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Netflix's The death and life of Marsha P. Johnson explores the events surrounding the death and possible murder of the trans and veteran activist of Stonewall
On the night of June 28, 1969, New York City police entered the Stonewall Inn in a raid to arrest homosexuals and drag queens. The LGBTIQ + community rose, then, against these acts in a spontaneous demonstration that would mark the history of queer activism." The next day the movement started," says Sylvia Rivera in The Death and Life of Marsha P. Johnson. Sylvia and Marsha were friends and activists. Both were veterans of the Stonewall riots and were important figures in the struggle for the rights of the LGBTIQ+ community and in the fight against AIDS. They walked through the New York Greenwich Village in drag, no matter if this represented arrests and boos.
Leer en español: Marsha P. Johnson o un documental sobre la amistad
In the Netflix documentary, we see the activist Victoria Cruz, who works for the anti-violence project in New York, trying to reopen the case of Marsha's death, one of the two friends, 26 years later. While Victoria shows us scenes of her life and tells us what it was like to be trans in the sixties, she interviews the friends and acquaintances of Marsha P. Johnson and those who were involved in her case. This in order to understand what happened in one of the Hudson River docks in 1992 when Marsha was found drowned on one of its shores.
A history class about queer activism
The documentary, first of all, is a history class about the movement for the rights of the LGBTIQ + community. In her research work, Victoria must talk to people and people belonging to the movement who would talk about how this was born in New York City and how many of the privileges held now by the community are due, in part, to trans activism.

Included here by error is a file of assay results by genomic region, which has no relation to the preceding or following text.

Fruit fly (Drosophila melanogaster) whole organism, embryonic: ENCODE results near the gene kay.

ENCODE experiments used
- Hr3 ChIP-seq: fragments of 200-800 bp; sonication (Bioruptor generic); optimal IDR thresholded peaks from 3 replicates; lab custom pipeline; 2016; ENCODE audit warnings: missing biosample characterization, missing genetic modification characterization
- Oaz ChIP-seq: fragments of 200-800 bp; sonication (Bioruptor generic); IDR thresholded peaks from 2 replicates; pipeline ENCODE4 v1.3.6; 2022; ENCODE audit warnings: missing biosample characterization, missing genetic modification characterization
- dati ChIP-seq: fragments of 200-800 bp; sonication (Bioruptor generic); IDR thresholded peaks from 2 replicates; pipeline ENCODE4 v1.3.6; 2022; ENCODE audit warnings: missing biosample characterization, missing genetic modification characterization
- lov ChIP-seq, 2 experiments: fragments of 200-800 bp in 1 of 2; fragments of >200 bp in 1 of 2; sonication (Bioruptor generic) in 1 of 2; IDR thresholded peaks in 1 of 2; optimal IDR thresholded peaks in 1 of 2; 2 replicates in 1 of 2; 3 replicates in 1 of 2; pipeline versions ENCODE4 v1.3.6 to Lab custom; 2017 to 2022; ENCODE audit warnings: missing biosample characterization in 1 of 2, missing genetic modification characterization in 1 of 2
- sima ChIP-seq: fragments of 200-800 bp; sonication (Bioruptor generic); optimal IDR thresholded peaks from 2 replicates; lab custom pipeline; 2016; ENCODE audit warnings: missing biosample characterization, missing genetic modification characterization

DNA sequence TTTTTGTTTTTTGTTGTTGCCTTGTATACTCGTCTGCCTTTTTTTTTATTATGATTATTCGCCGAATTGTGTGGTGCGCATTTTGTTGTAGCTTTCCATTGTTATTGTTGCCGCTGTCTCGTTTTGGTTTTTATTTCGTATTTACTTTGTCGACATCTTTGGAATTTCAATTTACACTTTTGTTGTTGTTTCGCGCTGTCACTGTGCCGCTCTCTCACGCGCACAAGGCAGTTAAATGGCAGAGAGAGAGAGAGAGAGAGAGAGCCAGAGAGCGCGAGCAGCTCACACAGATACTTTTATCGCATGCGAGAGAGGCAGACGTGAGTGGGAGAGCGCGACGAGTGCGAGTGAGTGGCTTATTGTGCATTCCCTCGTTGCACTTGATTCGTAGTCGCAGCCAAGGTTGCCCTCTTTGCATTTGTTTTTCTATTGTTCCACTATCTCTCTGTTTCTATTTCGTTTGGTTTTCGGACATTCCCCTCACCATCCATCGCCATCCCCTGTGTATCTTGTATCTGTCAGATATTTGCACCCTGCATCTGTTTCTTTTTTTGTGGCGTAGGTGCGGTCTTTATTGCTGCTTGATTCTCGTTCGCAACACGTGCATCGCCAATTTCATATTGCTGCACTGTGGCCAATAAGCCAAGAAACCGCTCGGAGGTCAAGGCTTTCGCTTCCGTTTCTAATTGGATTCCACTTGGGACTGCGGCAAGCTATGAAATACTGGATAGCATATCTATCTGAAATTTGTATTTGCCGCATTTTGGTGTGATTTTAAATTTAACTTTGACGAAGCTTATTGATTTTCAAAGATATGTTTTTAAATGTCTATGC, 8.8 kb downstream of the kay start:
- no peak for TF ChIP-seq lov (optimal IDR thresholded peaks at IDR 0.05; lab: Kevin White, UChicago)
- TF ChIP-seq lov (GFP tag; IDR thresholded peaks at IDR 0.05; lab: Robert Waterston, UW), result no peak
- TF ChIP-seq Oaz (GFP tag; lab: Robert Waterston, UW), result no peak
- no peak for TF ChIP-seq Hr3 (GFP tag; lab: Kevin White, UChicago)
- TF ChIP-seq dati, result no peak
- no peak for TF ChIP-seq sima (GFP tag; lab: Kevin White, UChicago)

This kind of history that reminds us of the origins of the movement is also accompanied by a reflection on this struggle. Sylvia Rivera tells about the time she was booed at the gay pride demonstration. She says she had felt betrayed by the movement she had helped found in Stonewall years ago. She was perceived as a stunt and contradicted by her own. The documentary shows how even within the struggle, the trans community is still the most marginal and with the most violated rights. It gives new perspectives on gay activism and reflects on the struggles that it favors and those that do not.
Far from political correctness, the documentary is aware of the gender diversity that can be found in a character such as Marsha. They refer to the person in masculine and sometimes feminine. There is a consciousness of transit, of being many or of being none. The right to this transit between the genders was the flag of Marsha and the documentary pays homage to that.
A documentary about friendship
We see and hear little Marsha P. Johnson on the screen. With the exception of some archive images in which we see her smiling, but not so much talking; Marsha does not appear much in the documentary that is about her life and her death. We know her, perhaps, through the testimony of her friends and sponsors. This documentary builds the character of Marsha through the words of those who knew her. Thus, curiosity grows in the viewer and you feel a desire to know her. There is a rumor, a murmur about Marsha P. Johnson that makes you want to get to know her. This effect is very well achieved, so much that it incites curiosity in the viewer. It is a character that makes you fall in love with her.
Besides being a documentary about queer activism, it is also one about friendship. By constructing the main character through testimonies of friends, the documentary makes a narrative statement in which it gives the word to friends, gives special importance to friendship. It reflects, also, on the friendship between marginal communities and explores how this is different in this specific context. Since in the sixties they arrested the drag queens who were on the street, they, among all, took care of each other; they founded houses where they were received if they had no place to sleep in; they had support groups; Marsha sponsored many young people who had been expelled from their homes. Thus, there is a new sense of community in this vulnerability, different and new care that is based on that friendship between drag queens. To a community that has been denied for decades the right to have a family, this documentary seems to say "take it easy girl, that is what friends are for".
LatinAmerican Post | Juliana Rodriguez
Translated from "Marsha P. Johnson o un documental sobre la amistad"